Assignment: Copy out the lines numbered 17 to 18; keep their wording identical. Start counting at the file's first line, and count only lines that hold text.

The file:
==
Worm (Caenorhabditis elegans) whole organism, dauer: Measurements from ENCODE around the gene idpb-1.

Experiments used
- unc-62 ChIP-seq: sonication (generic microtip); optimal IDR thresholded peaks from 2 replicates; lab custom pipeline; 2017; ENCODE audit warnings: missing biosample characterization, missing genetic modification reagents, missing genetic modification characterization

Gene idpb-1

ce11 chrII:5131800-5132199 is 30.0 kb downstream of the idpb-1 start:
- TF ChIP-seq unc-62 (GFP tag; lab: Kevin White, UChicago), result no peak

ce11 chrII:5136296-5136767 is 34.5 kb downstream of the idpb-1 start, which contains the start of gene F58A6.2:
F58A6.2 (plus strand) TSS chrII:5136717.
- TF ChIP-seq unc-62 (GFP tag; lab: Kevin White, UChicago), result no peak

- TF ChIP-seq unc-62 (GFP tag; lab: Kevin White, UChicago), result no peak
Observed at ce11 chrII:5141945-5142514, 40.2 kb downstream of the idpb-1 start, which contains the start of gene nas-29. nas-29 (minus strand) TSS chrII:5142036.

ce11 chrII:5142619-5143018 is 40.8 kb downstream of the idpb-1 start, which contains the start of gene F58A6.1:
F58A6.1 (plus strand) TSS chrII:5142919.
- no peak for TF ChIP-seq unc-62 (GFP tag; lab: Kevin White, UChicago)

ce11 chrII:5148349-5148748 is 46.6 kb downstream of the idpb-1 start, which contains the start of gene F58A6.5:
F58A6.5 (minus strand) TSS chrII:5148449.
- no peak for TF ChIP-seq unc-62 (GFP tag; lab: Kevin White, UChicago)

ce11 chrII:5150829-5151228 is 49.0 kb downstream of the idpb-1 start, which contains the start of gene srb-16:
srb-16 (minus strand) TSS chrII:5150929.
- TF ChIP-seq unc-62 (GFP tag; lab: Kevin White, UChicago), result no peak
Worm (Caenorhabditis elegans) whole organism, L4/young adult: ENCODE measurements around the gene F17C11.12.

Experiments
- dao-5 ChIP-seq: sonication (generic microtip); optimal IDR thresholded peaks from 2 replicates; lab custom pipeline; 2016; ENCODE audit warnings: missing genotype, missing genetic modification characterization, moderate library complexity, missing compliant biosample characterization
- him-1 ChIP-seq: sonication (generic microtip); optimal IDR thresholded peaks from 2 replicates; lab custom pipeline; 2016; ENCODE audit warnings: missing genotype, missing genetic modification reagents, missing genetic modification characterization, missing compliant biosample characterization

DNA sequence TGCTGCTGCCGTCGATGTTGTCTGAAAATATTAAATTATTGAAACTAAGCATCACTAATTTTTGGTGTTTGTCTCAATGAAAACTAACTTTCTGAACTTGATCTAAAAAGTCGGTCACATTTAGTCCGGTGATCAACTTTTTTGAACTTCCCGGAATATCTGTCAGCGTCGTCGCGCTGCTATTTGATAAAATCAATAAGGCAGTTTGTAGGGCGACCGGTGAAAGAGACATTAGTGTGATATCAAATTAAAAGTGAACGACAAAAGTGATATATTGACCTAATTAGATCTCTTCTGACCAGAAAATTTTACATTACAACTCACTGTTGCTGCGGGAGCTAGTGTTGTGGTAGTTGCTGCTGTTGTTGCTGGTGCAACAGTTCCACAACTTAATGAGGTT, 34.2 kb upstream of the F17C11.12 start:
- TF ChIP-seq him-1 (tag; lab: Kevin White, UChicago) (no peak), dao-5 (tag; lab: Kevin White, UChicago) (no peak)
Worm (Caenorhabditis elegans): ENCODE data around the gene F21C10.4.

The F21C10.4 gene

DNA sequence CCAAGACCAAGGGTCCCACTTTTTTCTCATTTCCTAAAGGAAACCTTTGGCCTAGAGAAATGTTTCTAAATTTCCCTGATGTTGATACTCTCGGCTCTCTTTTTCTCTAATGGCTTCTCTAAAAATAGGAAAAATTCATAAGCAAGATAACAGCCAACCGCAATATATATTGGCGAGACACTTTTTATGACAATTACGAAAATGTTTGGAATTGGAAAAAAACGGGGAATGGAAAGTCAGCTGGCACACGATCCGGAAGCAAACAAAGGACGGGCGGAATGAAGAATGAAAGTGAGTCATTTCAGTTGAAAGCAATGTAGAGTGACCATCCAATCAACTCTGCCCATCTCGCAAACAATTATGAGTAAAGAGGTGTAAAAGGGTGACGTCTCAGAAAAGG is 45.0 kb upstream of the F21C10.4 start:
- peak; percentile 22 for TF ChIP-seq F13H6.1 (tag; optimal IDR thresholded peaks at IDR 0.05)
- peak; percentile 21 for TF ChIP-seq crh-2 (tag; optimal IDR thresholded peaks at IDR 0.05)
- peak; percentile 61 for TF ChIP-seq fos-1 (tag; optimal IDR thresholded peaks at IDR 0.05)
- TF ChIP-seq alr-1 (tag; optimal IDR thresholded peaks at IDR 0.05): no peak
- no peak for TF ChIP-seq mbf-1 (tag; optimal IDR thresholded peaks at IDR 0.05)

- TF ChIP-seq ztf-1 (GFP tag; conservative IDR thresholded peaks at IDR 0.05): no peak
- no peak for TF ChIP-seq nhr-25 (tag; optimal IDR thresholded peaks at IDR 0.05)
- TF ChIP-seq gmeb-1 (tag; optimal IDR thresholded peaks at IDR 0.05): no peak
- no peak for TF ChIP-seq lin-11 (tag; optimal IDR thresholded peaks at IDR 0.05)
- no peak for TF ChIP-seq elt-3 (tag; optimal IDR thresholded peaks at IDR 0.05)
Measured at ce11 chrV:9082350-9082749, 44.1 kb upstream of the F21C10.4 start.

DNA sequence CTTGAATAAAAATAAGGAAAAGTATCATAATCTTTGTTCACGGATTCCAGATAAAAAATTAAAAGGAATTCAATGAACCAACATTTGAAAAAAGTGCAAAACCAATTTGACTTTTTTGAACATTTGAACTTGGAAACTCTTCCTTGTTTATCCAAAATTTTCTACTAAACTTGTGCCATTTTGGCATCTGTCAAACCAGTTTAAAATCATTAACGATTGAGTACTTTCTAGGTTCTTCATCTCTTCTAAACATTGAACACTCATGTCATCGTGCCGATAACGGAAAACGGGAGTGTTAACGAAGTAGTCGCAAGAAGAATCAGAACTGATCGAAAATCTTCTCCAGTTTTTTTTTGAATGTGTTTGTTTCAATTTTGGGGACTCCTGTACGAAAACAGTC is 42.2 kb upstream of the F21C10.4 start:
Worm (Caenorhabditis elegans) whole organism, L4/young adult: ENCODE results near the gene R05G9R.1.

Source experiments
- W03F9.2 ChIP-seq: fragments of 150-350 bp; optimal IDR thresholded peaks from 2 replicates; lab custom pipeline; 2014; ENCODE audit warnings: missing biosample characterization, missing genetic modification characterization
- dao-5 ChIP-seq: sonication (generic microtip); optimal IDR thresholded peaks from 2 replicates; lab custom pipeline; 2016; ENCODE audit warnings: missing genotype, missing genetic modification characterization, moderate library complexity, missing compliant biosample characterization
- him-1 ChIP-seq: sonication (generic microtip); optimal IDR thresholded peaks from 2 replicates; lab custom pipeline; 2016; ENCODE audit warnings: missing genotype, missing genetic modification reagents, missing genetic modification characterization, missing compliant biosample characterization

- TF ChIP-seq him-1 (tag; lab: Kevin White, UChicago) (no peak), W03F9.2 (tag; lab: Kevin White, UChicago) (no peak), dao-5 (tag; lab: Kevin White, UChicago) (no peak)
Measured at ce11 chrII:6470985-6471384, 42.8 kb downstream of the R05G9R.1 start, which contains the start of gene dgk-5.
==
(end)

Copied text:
- no peak for TF ChIP-seq unc-62 (GFP tag; lab: Kevin White, UChicago)

ce11 chrII:5150829-5151228 is 49.0 kb downstream of the idpb-1 start, which contains the start of gene srb-16: